Laying Out Stud Walls
Building Skills: From load path to jack studs, keep these four considerations in mind.
How you lay out the stud locations in a wall affects everything that comes after, from sheathing, to hanging drywall, to plumbing and HVAC rough-in, to trimming the interior. The stud layout is marked on the plates—the horizontal members at the top and bottom of a wall. It’s worth taking the time to find straight, long stock for the plates, and to cut them accurately to length. The blueprints will rarely, if ever, specify the location of every stud, so the carpenter is expected to understand framing principles well enough to get the layout right regardless of the level of detail on the plans.
There are four things to consider when laying out a wall.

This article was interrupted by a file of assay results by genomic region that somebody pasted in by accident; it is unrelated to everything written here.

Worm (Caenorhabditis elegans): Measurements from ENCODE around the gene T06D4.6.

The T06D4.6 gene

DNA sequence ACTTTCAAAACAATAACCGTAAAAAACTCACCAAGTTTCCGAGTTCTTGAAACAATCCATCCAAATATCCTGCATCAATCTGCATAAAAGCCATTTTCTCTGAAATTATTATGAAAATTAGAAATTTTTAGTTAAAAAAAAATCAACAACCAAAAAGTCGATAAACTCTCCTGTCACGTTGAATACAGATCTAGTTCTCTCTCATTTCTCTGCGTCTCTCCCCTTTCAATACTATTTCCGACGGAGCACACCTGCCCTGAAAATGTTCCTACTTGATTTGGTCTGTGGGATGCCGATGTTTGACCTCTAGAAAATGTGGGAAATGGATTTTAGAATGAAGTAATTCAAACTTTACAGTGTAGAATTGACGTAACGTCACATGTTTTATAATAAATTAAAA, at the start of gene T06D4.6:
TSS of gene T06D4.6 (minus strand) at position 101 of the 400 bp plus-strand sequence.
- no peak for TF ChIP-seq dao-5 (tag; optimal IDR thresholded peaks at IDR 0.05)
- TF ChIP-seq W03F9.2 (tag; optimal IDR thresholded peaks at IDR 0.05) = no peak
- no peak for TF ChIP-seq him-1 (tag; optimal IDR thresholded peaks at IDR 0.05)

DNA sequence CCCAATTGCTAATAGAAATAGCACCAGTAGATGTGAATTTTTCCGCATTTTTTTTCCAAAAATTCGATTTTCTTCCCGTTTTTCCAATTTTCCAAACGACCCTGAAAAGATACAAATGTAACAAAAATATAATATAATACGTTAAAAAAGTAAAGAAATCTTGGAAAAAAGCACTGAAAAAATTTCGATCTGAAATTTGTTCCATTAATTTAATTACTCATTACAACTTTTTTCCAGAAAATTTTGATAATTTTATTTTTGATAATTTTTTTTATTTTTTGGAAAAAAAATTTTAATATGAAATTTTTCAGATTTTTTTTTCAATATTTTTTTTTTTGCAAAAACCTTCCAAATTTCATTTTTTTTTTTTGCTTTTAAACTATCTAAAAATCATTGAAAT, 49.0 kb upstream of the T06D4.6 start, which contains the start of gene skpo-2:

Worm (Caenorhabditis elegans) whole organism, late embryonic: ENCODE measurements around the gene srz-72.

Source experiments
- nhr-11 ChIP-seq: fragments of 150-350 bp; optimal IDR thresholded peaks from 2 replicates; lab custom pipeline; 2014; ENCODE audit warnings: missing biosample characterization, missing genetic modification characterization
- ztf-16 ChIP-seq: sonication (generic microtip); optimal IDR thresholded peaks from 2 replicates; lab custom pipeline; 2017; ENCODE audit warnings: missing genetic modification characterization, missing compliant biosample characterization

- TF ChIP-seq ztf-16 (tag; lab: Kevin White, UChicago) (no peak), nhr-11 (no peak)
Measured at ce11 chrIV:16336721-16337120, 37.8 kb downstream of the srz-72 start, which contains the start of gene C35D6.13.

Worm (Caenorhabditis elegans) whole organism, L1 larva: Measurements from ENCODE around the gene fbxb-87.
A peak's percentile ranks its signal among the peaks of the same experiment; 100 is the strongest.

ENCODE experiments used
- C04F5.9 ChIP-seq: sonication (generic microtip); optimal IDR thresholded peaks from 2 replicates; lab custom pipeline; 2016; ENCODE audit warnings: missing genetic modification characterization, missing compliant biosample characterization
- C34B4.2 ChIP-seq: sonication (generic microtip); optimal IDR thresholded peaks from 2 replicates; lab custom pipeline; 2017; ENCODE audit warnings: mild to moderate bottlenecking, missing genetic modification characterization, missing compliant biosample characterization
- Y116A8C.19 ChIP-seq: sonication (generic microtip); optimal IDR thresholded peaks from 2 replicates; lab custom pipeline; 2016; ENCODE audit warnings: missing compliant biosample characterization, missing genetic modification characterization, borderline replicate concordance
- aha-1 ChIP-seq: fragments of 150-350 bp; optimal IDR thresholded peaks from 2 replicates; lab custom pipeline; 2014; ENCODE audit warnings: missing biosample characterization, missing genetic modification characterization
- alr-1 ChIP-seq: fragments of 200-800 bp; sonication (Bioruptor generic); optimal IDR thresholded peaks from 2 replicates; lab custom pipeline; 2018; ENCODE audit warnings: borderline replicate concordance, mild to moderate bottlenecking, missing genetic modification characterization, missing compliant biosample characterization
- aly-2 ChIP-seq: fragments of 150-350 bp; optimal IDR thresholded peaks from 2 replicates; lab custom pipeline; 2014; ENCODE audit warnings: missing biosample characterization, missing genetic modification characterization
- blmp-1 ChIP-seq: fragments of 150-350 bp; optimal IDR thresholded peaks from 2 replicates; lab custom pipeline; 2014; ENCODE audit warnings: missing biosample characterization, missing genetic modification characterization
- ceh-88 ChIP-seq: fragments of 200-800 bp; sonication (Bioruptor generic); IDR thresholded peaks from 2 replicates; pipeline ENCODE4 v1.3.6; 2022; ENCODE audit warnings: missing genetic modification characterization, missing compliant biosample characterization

The first is load path. Loads are the weight of rafters, floor joists, and beams that bear on the wall from above. Each of these needs at least one stud below it; often more than one in the case of beams and headers, which transfer loads around openings. The locations of these point loads—below beams, for example—as well as the number of studs required below each, should be called out on the plans. These studs are usually nailed together into a post before installation. The studs of any wall above the first floor of a house should stack on the joists and studs below to form a load path all the way to the foundation. This isn’t just a load-path consideration; stacked framing makes the job of the mechanical trades—running ducts, pipes, and wire—much easier.
The next consideration is the location of intersecting walls. When laying these out, be careful that you’re measuring their position from the location indicated on the plans—it’s very easy to mark the wrong side of an intersecting wall on a plate and inadvertently…